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I am working on an application where variables get initialized to default values.

The user can change those values at any time. It should be possible for the user to reset some or all of the variables to default at any time.

How is the best way of going about this?

This would be a solution, but I have a feeling that it is suboptimal. Can you tell me if my feeling is correct and how I can do it better?

A_DEFAULT = "A_def"
B_DEFAULT = "B_def"
C_DEFAULT = "C_def"

class BusinessLogic_1(object):
    def __init__(self):
    def setVariablesToDefault(self, variableNames=None):
        # pass None to set all Variables to default
        variableNames = variableNames or ["A","B","C"]
        if "A" in variableNames:
            self.A = A_DEFAULT
        if "B" in variableNames:
            self.B = B_DEFAULT
        if "C" in variableNames:
            self.C = C_DEFAULT
    def printVariables(self):
        print  "A: %s, B: %s, C: %s" % (self.A, self.B, self.C)

if __name__ == "__main__":
    print "0: Initialize"
    businessLogic_1 = BusinessLogic_1()

    print "Change A,B,C and then reset A,C"
    businessLogic_1.A = "A_new"
    businessLogic_1.B = "B_new"
    businessLogic_1.C = "C_new"
share|improve this question
Another option is to have a dictionary of defaults, and then a reset function/method... –  Andy Hayden Nov 15 '12 at 17:14
There's nothing at the end to "reset A,C". –  martineau Nov 15 '12 at 17:25

2 Answers 2

This might be a solution. It's a way to pass names of variables as strings and then to access them via these names. Objects can have more than one name simultaneously, but names always point to a single object (at a given point of time).

class classWithVariablesThatHaveDefaultValues(object):

    def __init__(self, some, example, variables, defaultValuesDict):
        self.some = some
        self.example = example
        self.variables = variables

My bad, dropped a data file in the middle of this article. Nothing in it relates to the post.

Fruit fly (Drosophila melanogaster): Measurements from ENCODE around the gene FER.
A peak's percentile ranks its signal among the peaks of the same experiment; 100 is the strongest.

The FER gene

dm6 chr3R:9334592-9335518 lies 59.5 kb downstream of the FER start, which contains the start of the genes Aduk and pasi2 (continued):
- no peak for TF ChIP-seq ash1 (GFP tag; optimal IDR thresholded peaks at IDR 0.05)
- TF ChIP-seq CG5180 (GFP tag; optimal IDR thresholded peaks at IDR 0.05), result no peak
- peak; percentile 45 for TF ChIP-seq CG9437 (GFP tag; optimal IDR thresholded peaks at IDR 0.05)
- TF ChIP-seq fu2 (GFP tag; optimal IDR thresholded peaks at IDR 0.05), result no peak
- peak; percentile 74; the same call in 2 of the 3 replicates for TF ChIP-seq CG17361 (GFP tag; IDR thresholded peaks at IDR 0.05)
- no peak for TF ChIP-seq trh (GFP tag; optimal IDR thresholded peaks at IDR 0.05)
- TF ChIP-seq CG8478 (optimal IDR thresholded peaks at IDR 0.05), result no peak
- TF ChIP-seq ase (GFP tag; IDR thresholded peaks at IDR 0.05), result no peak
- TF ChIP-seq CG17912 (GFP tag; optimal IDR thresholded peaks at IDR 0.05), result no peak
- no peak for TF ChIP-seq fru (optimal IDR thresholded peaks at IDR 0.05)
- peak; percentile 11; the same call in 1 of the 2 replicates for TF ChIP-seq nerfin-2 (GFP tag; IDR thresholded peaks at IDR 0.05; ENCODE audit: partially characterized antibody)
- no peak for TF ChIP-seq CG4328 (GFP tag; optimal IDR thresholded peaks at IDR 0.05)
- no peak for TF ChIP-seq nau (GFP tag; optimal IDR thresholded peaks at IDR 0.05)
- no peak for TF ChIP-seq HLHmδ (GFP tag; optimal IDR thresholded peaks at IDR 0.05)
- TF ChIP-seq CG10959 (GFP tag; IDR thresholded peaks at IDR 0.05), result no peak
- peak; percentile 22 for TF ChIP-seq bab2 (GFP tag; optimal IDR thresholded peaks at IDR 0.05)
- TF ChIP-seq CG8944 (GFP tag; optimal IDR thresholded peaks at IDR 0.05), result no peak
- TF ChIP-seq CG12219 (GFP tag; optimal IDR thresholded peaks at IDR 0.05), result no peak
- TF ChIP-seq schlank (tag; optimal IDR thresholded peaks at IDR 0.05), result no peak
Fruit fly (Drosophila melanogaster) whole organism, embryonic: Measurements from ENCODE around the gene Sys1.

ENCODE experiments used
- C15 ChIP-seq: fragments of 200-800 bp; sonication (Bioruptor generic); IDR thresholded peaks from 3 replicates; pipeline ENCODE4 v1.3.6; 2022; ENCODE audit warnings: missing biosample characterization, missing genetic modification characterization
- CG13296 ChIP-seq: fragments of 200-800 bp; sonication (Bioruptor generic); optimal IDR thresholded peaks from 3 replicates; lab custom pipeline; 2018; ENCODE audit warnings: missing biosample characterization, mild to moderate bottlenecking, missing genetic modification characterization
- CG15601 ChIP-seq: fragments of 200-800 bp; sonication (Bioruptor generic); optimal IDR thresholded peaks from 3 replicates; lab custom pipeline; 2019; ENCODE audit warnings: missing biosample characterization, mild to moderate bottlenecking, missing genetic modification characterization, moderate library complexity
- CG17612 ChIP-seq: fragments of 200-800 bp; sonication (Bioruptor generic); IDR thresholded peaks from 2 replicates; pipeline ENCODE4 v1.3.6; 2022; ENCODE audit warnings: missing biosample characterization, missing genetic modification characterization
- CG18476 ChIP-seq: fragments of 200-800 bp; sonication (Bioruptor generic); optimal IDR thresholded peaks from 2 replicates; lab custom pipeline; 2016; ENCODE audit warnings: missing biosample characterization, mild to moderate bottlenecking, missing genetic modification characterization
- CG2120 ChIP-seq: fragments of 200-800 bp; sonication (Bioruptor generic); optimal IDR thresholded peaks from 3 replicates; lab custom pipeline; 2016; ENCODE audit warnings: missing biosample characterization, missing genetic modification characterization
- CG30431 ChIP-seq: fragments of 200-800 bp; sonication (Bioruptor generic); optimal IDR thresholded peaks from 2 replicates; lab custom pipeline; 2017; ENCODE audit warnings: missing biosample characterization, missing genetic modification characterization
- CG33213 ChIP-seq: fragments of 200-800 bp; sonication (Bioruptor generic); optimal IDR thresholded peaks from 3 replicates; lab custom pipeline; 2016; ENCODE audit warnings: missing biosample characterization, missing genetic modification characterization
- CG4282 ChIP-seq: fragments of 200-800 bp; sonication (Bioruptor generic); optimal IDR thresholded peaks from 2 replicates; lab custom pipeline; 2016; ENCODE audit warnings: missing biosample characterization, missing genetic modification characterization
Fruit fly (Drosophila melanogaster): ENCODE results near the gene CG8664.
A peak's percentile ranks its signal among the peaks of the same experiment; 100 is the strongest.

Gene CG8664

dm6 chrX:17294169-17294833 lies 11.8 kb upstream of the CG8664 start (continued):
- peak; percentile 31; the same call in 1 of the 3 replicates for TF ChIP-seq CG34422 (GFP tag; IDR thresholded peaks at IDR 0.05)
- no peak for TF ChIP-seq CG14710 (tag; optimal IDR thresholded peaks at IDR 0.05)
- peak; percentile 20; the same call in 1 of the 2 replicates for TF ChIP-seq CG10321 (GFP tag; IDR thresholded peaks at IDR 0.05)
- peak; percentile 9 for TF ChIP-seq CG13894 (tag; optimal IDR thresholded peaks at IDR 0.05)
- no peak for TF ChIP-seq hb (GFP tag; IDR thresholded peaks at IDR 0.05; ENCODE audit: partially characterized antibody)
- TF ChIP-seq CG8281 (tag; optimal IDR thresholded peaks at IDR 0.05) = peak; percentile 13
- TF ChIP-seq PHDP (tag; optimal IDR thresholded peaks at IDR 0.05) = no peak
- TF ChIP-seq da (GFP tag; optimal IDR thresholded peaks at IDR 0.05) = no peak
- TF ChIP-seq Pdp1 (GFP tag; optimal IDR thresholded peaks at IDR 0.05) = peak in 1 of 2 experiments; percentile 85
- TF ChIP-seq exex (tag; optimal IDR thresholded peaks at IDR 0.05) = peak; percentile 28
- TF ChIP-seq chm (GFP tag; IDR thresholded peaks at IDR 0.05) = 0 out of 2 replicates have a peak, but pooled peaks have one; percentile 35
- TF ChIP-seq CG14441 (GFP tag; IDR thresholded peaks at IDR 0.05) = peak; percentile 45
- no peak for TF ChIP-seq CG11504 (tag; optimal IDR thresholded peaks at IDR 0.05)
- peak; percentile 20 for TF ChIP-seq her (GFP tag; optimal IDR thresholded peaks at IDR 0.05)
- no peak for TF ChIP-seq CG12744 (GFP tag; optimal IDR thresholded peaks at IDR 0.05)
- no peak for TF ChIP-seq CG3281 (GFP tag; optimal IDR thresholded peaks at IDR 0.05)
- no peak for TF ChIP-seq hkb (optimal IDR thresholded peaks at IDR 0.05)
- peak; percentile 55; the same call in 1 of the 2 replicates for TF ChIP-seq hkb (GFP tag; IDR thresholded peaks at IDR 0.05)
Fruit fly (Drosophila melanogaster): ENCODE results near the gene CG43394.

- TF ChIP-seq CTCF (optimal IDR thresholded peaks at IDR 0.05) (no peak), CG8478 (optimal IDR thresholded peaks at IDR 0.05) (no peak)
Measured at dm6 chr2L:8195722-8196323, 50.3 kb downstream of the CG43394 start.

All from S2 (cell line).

self.dictionaryWithDefaultValues = defaultValuesDict

    def resetValues(self, *listOfVariables):
        for variable in listOfVariables:
            for key in self.dictionaryWithDefaultValues:
                if key == variable:            
                    vars(self)[key] = self.dictionaryWithDefaultValues[key]

if __name__ == "__main__":

    defaultValuesDict = {"some":4, "example":5, "variables":6}
    exampleObject = classWithVariablesThatHaveDefaultValues(1, 2, 3, defaultValuesDict)
    exampleObject.some = 15
    print exampleObject.some, exampleObject.example, exampleObject.variables
    exampleObject.resetValues("example", "some")
    print exampleObject.some, exampleObject.example, exampleObject.variables

The Output is:

15 2 3

4 5 3

share|improve this answer

You can achieve it in a manner very similar to how decimal.localcontext() works, but depending on your use case, this may not be suitable. This will allow you to manipulate and call any methods on the original object reflecting the updated values, and at the end of the with block, reset them to the values upon entry.

from contextlib import contextmanager

class A(object):
    def __init__(self):
        self.a = 3
        self.b = 5
    def display(self):
        return self.a, self.b

a = A()

def mycontext(obj):
    old_a = obj.a
    old_b = obj.b
    yield obj
    obj.a = old_a
    obj.b = old_b

print 'before:', a.display()
with mycontext(a) as obj:
    print 'entered:', a.display()
    a.a = 3
    a.b = 7
    print 'changed:', a.display()

print 'hopefully original', a.display()

before: (3, 5)
entered: (3, 5)
changed: (3, 7)
hopefully original (3, 5)
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